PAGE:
Mrs May warned the threat from Islamic state was moving “from the battlefield to the internet” as she led sessions on counter-terrorism in Taormina in Italy.
In the wake of the Manchester bombing the PM and her counterparts agreed a series of measures to step up the fight against terror and backed her call for more pressure to be put on internet companies such as Google, Facebook and Twitter to target extremist content.
But she was forced to defend her record on tackling violent extremism in the face of police cuts and the failure to stop jihadi fighters returning to Britain.
Mrs May described the G7 joint statement as “a significant step forward”, and said she wanted to see terrorist material taken down “more urgently and more rapidly than it is at the moment”.
She added: “It is also the case that I think it’s important that companies recognise their social responsibility and do report matters that they become aware of to the authorities.
“We need to work together to fight against the evil of terrorism. And nobody can be in any doubt, after what we saw in Manchester, of just how evil those terrorists are.”
However, she denied cutting police numbers by 20,000 had made it necessary to put troops on to the streets in the wake of the atrocity.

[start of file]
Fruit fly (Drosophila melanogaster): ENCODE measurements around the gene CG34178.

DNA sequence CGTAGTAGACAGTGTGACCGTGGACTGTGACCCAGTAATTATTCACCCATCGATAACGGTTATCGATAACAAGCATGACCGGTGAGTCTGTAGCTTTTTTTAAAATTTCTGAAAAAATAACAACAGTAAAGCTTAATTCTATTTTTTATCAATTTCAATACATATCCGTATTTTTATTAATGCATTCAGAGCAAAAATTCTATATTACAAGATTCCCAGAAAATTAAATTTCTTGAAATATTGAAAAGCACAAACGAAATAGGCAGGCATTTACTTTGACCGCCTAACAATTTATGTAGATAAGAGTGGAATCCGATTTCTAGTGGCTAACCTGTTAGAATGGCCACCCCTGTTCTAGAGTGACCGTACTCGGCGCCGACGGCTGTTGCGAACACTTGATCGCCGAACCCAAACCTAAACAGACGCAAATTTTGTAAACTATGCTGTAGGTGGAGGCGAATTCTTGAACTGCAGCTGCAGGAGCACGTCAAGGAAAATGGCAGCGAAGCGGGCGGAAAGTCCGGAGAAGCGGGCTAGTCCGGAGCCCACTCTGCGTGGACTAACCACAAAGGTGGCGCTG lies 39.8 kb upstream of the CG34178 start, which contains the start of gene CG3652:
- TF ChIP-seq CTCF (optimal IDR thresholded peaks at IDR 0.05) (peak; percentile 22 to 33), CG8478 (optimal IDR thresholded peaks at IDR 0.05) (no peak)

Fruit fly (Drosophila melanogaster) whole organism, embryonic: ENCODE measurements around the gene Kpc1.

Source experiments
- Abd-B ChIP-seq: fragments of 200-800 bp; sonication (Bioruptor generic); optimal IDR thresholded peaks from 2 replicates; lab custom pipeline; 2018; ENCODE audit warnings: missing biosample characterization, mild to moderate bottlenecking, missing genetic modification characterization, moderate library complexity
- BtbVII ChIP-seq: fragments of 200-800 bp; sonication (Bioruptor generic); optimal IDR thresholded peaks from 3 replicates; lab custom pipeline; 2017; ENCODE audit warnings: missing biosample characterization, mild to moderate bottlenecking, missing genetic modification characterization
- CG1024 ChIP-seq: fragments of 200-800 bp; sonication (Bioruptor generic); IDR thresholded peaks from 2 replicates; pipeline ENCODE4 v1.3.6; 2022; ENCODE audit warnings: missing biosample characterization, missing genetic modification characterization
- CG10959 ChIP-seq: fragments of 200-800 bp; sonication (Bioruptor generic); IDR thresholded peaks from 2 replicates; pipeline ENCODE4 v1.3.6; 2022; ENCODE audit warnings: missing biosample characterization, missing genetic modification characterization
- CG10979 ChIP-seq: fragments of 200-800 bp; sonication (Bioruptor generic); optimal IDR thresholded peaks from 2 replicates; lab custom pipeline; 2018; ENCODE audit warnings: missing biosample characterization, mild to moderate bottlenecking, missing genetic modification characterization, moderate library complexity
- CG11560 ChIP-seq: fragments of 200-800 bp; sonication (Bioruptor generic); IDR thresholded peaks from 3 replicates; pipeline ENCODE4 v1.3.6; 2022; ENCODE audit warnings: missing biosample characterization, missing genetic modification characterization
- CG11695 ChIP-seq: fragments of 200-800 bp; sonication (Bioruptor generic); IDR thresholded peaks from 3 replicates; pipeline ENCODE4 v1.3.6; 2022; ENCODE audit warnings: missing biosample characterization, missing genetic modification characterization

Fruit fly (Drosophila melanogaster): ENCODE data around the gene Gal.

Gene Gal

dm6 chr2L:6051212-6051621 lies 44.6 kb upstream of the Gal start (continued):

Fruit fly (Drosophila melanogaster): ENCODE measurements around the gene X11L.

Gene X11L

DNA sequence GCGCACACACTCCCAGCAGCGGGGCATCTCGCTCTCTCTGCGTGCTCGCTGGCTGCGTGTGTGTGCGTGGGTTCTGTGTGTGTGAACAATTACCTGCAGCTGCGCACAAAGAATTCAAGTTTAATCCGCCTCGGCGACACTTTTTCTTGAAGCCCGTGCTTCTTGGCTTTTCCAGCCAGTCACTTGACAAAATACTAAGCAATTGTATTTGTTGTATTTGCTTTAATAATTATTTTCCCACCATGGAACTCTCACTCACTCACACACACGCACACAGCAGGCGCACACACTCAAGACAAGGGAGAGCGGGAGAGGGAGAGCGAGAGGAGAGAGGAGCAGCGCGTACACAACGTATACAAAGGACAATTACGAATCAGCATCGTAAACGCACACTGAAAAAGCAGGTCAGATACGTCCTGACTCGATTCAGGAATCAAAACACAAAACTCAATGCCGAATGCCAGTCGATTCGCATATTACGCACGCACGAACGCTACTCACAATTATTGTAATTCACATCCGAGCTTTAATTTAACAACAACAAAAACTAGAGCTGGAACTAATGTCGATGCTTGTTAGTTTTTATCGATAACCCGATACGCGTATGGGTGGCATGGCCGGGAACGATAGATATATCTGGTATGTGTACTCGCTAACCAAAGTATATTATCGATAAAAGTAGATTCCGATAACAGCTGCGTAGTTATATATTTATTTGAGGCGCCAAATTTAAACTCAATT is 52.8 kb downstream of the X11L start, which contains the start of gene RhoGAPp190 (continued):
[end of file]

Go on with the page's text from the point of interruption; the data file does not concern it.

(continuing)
She told a press conference at the summit: “The plan to ensure that there was military support available to the police is a well-prepared plan, it’s one that was developed a while ago.
‘It was done so that at a time when we got to ‘critical’ in our threat level – which of course is determined independently by the Joint Terrorism Analysis Centre – extra support could be made available. And that is exactly what has happened.”
Mrs May was also asked by Sky News if she had “dropped the ball” as home secretary, given figures that showed 400 foreign fighters had returned to the UK since 2014.
The PM said: “It is the case that we believe a number of foreign fighters who went to Syria have returned to the UK.
“We actually took some extra powers in legislation when I was home secretary to manage the return of individuals, and those are looked at on a case-by-case basis.
“Over the last six to seven years, I excluded more hate preachers from the United Kingdom than any home secretary has ever done before. We did not hesitate to act in protecting our national security.”